The Mississippi River Basin Model at the Waterways Experiment Station (WES) was the largest hydraulic model ever built. It was also the most complex attempt ever undertaken to model the river system that drains a good part of the North American continent. The purpose of the model was to test the behavior of the 1.25 million square mile Mississippi River and Tributaries Project and evaluate levees, floodways, cutoffs, and reservoirs. The ambitious project was conceived by Lt. General Eugene Reybold in the early 1940s after smaller models had proven their worth in examining the behavior of individual projects.
During World War II, many engineers and technicians were serving in the war effort and manpower was scarce. General Reybold arranged to use German prisoners of war as laborers to clear and prepare the site. A site was chosen in Clinton, Mississippi, about 35 miles east of the Waterways Experiment Station in Vicksburg. By the end of the war, about 1,800 prisoners of the Afrika Korps were living nearby in an internment camp. I have read that many of these men were engineers and highly-trained professionals who worked on the project with enthusiasm and typical German precision and engineering prowess. (Also, this assignment may have been a bit more pleasant than cutting timber in lumber camps in Wisconsin in winter.). Some of the officers married Clinton women.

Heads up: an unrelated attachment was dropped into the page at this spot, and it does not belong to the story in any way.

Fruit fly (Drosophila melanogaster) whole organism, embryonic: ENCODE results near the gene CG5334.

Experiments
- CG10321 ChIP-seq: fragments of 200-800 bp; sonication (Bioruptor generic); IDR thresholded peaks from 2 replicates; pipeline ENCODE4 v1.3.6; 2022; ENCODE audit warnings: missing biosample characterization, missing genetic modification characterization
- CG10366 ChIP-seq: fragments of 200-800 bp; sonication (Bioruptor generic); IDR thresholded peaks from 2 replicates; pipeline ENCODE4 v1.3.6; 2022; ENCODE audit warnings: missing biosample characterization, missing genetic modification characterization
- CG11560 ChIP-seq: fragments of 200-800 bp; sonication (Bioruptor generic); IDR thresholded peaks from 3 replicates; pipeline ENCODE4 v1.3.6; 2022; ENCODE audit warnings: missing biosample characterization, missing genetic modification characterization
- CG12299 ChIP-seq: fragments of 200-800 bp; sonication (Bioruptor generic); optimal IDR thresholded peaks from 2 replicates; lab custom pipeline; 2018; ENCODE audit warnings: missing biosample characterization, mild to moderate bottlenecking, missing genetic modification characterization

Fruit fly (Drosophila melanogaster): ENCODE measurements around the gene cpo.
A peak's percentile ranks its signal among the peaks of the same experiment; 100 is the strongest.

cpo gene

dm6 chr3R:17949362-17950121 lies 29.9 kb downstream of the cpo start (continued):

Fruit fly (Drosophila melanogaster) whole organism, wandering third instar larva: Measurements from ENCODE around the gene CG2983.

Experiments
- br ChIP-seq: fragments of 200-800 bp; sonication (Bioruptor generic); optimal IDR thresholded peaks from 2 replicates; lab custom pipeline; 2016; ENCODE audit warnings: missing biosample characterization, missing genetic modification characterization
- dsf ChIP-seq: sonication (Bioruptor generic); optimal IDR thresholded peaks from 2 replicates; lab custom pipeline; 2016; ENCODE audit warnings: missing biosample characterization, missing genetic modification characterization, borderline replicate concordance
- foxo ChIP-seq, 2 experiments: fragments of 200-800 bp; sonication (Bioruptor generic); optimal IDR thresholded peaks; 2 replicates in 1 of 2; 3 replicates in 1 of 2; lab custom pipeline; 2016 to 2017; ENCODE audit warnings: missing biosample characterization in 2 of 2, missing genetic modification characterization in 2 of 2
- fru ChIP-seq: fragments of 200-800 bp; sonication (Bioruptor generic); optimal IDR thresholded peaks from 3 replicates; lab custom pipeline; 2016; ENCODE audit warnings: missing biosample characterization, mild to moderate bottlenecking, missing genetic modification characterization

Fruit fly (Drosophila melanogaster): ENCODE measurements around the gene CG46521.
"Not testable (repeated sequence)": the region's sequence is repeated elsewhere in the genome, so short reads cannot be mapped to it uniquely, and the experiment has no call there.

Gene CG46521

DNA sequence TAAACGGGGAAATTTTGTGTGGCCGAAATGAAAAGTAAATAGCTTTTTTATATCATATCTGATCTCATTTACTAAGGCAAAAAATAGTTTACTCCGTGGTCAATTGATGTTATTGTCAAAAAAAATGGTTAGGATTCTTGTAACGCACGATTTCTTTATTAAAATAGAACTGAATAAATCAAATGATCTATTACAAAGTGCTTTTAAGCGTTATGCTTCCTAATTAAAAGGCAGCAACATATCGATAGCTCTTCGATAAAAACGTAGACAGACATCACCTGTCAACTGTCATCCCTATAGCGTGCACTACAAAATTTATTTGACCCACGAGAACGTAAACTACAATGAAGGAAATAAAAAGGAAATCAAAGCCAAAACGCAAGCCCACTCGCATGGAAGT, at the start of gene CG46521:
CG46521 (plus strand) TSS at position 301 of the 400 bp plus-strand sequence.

The project took 20 years to complete, with the last sections finished in 1966. WES used the model during the great flood of 1973 to predict what would happen if the Old River Control Structure were to fail, allowing a major portion of the of the Mississippi system's water to flow down the Atchafalaya watershed. The last use was in 1993, during the record-breaking floods of the Mississippi system in the upper Midwest. When the Corps planned to breach some of the main stem levees near Prairie du Rocher and Fort de Chartres, Illinois, the model was partially revived to examine water flow and effects of the levee breaches. The Corps finally closed the project permanently and turned the land over to the City of Jackson in 1993. The City of Jackson mowed the grass through 2006, but abandoned all maintenance after that.
Life After People.
Update May 7, 2013 (anniversary of V.E. Day): The historian of Mississippi Valley Division, Mr. Charles Camillo, generously sent me this photograph of the POWs working on one of the drainage canals. Date and photographer not recorded.
Update July 26, 2016: For more photographs of the Basin Model, please click the links: